Which is worse—Romney’s slanders or Gingrich’s record?
What you wrote last week about Romney being a slanderer is fair. But in my view the much more important point is that Gingrich’s colleagues, who owed their newly won power to him, in just a few years forced him out as Speaker because of his terrible flaws as a leader. This alone should disqualify him as a reputable candidate.
[LA replies: I don’t think “reputable” is the right word. If someone has failed or been rejected as a leader, that does not make him “disreputable.” There is no moral equivalence between being an incompetent leader and committing vile slanders. This does not mean that I regard Gingrich overall as reputable, but that it was not his service as Speaker or his resignation as Speaker that makes him disreputable.]
Posted by Lawrence Auster at January 30, 2012 12:08 PM | Send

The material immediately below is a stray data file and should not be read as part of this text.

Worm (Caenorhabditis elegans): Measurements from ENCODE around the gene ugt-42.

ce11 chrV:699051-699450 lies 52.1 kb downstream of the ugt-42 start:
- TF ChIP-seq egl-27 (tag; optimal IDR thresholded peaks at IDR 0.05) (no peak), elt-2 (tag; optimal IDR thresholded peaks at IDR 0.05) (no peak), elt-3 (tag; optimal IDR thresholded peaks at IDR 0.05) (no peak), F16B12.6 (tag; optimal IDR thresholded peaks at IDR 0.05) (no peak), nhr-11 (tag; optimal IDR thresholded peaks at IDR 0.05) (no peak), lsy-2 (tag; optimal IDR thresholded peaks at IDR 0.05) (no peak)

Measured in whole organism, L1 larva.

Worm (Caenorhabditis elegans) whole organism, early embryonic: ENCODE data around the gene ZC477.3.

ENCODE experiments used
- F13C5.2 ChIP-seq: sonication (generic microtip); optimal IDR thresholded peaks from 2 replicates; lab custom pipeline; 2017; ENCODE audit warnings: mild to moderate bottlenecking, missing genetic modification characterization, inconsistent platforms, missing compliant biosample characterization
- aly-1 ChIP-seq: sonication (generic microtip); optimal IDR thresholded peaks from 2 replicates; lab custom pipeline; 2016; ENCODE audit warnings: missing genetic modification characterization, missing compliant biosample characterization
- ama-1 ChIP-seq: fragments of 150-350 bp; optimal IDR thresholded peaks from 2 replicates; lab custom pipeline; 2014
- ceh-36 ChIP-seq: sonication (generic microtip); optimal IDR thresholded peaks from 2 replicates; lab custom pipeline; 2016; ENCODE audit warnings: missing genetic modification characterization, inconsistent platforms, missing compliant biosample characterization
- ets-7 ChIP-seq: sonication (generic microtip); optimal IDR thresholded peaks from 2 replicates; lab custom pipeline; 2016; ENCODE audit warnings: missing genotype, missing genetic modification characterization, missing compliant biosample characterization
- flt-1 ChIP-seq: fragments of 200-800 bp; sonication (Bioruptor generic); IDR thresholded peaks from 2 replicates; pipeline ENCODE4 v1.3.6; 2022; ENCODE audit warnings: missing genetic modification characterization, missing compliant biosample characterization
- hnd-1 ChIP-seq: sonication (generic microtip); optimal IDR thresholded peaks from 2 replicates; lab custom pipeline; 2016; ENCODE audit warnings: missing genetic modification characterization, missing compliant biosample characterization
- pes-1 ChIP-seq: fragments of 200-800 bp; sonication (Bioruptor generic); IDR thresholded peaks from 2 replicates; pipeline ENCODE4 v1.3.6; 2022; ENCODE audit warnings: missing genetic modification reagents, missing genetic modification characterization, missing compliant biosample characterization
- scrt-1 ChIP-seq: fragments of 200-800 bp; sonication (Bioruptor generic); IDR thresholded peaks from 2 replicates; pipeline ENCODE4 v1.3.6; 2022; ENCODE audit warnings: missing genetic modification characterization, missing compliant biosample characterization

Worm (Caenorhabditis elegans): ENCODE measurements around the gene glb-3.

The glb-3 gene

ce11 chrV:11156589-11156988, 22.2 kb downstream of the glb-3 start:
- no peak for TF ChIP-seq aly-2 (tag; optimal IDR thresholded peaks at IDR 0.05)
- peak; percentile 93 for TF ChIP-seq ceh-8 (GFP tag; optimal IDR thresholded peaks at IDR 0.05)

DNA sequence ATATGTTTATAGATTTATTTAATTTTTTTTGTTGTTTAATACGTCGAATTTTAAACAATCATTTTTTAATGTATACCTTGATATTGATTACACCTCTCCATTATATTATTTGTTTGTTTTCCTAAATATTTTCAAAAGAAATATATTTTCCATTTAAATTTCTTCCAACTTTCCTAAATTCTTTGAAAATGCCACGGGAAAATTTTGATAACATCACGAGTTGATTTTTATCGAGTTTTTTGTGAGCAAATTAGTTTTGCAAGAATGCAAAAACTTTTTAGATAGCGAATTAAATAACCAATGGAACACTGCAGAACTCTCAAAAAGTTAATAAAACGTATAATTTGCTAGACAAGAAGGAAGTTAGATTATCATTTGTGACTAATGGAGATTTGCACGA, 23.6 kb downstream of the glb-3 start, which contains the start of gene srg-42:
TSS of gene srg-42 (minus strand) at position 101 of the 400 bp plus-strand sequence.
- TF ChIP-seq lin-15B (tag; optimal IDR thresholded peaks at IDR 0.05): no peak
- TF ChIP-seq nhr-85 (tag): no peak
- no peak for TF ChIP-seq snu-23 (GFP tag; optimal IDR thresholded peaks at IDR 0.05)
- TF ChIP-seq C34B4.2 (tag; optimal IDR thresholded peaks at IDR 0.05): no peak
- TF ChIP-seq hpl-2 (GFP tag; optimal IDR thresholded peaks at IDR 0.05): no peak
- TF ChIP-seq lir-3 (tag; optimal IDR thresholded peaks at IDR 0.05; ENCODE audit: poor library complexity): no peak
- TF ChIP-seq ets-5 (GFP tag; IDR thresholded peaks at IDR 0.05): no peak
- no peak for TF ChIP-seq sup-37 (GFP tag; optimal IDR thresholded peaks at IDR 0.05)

Further, I find repellant the sleazy “consulting” payments he took from Freddie Mac—so typical of the stinking influence peddling that is the essence of Washington. Some reformer. At least Romney earned an honest living. Also, last week Jeffrey Kuhner of the Washington Times, speaking as substitute host on the Savage Nation, played audio clips of Gingrich recently suggesting he was an active Goldwater supporter in 1964, despite stating in another audio clip from the late eighties that he supported Rockefeller.
At this point he is much more likely to lose than Romney, despite the latter’s weaknesses (summed up thus: he switched his position on abortion, just like the repugnant GHW Bush).
I now believe Santorum is best. As a conservative he won two Senate terms in a tough swing state, Pennsylvania, while maintaining a principled conservative voting record. (And he had an excellent record on animal humane issues.)